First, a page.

High-resolution flying-PIV with optical fiber laser delivery

High-resolution flying-PIV with optical fiber laser delivery Implementation of non-intrusive optical measurement techniques, such as particle image velocimetry (PIV), in harsh environments requires specialized techniques for introducing controlled laser sheets to the region of interest. Large earthquake shake tables are a particularly challenging environment. Lasers must be mounted away from the table, and the laser sheet has to be delivered precisely and stably to the measurement station. Here, high-power multi-mode step-index fiber optics enable introduction of light from an Nd:YLF pulsed laser to a remote test section. Such lasers are suitable for coupling to optical fibers, which presents a portable, flexible, and safe manner to deliver a PIV light sheet. Best practices for their implementation are reviewed. Particular attention is focused on obtaining a collimated beam of acceptable quality at the output of the fiber. To achieve high spatial resolution, the PIV camera is directly mounted on the moving shake table with care to minimize its vibrations. A special arrangement of PIV planes is deployed for precise in-situ PIV alignment and to monitor and account for residual structure vibrations and beam wandering. The design of the instruments is detailed. Here, an experimental facility for the study of nuclear fuel bundle response to seismic forcing near prototypical conditions is instrumented. Only through integration of a high-resolution flying-PIV system can velocity fields be acquired. Data indicate that in the presence of a mean axial flow, a secondary oscillatory flow develops as the bundle oscillates. Instantaneous, phase-averaged, and fluctuating velocity fields illustrate this phenomenon. http://www.deepdyve.com/assets/images/DeepDyve-Logo-lg.png Experiments in Fluids Springer Journals

High-resolution flying-PIV with optical fiber laser delivery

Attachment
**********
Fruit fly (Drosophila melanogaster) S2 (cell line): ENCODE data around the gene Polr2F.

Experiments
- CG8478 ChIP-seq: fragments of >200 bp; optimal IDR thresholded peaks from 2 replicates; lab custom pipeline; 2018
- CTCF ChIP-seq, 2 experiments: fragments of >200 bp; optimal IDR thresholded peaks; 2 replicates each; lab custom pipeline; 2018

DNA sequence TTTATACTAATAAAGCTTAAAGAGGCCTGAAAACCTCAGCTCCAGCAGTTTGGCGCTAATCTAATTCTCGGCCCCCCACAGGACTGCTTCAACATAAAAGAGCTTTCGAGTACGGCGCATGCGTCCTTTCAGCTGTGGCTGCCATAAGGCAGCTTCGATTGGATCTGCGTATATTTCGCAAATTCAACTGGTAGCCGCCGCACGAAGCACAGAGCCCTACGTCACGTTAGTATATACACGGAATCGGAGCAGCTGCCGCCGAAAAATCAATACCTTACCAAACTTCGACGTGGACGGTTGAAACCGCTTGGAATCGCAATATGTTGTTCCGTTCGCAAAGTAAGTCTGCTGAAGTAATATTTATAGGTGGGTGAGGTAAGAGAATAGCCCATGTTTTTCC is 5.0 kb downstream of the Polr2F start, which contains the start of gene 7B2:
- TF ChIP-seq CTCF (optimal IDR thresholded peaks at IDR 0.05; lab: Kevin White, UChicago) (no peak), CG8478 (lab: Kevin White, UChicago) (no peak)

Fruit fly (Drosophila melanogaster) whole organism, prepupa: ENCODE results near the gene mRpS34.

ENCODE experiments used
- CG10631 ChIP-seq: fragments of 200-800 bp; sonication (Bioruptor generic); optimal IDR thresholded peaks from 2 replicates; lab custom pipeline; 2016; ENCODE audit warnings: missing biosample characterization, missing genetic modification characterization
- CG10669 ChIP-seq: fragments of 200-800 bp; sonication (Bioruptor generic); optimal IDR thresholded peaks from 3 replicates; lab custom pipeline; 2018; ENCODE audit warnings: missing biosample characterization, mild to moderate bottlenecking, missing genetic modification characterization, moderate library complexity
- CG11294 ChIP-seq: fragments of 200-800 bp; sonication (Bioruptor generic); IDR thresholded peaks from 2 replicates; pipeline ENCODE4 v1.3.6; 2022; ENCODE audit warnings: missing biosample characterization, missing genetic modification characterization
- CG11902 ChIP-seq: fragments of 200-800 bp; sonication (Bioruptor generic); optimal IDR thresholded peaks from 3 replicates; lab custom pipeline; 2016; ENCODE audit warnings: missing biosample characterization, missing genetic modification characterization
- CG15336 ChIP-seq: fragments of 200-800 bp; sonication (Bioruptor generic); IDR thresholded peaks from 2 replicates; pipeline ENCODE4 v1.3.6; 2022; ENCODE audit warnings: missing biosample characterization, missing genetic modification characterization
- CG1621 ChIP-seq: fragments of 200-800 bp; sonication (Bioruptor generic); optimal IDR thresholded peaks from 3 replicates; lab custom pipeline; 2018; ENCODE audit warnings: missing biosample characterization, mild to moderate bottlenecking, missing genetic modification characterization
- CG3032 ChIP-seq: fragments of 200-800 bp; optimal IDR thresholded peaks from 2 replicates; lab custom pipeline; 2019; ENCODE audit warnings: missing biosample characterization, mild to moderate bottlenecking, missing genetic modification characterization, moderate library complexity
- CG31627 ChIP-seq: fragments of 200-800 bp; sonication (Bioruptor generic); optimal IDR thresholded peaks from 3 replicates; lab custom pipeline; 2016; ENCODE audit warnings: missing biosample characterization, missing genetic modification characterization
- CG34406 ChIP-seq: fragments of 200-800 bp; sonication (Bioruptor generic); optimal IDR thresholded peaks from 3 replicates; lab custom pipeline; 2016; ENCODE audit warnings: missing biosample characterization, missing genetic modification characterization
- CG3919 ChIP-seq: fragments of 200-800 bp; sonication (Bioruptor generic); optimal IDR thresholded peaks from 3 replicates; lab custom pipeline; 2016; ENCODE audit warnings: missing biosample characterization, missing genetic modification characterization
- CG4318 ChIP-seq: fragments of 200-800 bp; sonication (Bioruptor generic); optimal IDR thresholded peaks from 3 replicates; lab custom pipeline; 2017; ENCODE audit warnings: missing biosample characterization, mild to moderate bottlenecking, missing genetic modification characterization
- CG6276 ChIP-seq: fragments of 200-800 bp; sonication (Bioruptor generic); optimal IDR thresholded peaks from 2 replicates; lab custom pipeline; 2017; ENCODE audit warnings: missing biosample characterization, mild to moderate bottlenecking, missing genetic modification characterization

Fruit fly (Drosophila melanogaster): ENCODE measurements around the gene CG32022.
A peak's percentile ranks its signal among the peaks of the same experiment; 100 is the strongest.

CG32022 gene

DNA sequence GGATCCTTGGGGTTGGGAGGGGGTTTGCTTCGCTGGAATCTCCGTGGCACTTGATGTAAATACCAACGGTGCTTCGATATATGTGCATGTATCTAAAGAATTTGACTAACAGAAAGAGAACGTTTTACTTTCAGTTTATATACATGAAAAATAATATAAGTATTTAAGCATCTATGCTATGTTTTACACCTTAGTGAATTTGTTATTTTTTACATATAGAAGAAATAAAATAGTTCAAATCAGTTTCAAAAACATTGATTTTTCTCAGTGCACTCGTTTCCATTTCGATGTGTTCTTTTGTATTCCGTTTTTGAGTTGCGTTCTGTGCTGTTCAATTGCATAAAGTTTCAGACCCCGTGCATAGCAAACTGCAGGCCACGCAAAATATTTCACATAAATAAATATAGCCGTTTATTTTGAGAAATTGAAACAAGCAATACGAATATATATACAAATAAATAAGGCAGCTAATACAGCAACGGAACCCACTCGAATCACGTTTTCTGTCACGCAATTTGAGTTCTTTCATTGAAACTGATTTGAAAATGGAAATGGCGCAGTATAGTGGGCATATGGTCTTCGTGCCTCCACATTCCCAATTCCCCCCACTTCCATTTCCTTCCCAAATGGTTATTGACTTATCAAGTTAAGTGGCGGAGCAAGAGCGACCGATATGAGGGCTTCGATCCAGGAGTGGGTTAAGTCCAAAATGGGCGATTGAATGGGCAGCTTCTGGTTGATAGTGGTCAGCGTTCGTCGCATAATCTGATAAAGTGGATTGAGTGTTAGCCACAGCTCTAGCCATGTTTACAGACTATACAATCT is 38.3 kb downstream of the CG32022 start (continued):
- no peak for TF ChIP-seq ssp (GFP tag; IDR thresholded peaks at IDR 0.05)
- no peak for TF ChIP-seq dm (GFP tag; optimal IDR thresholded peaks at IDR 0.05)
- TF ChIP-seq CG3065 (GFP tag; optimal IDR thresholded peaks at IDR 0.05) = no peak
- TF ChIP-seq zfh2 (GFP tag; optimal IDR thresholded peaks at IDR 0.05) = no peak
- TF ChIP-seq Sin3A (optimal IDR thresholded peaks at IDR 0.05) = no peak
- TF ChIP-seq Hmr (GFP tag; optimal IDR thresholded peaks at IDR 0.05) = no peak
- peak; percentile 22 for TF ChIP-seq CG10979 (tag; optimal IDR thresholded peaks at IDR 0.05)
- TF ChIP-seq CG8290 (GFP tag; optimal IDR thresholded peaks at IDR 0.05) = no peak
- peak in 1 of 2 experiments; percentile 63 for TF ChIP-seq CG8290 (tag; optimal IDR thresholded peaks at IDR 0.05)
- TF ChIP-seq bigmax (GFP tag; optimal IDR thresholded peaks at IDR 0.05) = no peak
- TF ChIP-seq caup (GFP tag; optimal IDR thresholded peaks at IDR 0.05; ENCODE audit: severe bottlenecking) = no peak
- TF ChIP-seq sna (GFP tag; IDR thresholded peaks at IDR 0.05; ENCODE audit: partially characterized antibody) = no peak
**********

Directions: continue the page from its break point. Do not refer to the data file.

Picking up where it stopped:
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Publisher
Springer Journals
Copyright
Copyright © 2016 by Springer-Verlag Berlin Heidelberg
Subject
Engineering; Engineering Fluid Dynamics; Fluid- and Aerodynamics; Engineering Thermodynamics, Heat and Mass Transfer
ISSN
0723-4864
eISSN
1432-1114
D.O.I.
10.1007/s00348-016-2154-4
Publisher site
See Article on Publisher Site

Abstract

Implementation of non-intrusive optical measurement techniques, such as particle image velocimetry (PIV), in harsh environments requires specialized techniques for introducing controlled laser sheets to the region of interest. Large earthquake shake tables are a particularly challenging environment. Lasers must be mounted away from the table, and the laser sheet has to be delivered precisely and stably to the measurement station. Here, high-power multi-mode step-index fiber optics enable introduction of light from an Nd:YLF pulsed laser to a remote test section. Such lasers are suitable for coupling to optical fibers, which presents a portable, flexible, and safe manner to deliver a PIV light sheet. Best practices for their implementation are reviewed. Particular attention is focused on obtaining a collimated beam of acceptable quality at the output of the fiber. To achieve high spatial resolution, the PIV camera is directly mounted on the moving shake table with care to minimize its vibrations. A special arrangement of PIV planes is deployed for precise in-situ PIV alignment and to monitor and account for residual structure vibrations and beam wandering. The design of the instruments is detailed. Here, an experimental facility for the study of nuclear fuel bundle response to seismic forcing near prototypical conditions is instrumented. Only through integration of a high-resolution flying-PIV system can velocity fields be acquired. Data indicate that in the presence of a mean axial flow, a secondary oscillatory flow develops as the bundle oscillates. Instantaneous, phase-averaged, and fluctuating velocity fields illustrate this phenomenon.

Journal

Experiments in FluidsSpringer Journals

Published: Apr 29, 2016

References

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